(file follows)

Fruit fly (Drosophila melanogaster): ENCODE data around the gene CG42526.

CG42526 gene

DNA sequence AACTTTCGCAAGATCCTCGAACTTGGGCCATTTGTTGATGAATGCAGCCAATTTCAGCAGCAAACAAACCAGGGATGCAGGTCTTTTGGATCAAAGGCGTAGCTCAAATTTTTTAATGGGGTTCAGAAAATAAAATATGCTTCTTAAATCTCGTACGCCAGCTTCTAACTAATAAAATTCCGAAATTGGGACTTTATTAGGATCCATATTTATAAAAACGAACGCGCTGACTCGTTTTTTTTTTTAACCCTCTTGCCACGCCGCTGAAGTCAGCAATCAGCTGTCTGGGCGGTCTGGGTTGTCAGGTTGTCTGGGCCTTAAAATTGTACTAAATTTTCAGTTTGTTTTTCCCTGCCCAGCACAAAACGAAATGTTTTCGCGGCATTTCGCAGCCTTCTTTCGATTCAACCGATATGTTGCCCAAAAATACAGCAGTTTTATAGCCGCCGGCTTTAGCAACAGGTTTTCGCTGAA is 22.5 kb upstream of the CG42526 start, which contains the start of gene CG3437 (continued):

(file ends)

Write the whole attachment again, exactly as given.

Fruit fly (Drosophila melanogaster): ENCODE data around the gene CG42526.

CG42526 gene

DNA sequence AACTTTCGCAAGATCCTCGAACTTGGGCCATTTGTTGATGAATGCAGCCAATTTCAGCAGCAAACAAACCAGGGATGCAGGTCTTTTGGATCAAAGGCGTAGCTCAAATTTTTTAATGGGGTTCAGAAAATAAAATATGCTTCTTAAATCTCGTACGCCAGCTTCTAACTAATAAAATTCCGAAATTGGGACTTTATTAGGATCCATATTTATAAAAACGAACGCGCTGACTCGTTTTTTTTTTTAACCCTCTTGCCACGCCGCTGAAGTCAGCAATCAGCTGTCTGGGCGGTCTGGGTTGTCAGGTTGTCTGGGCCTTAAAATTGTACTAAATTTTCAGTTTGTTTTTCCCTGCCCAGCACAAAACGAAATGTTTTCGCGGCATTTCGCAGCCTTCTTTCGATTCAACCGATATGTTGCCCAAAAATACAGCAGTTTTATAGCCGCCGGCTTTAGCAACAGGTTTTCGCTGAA is 22.5 kb upstream of the CG42526 start, which contains the start of gene CG3437 (continued):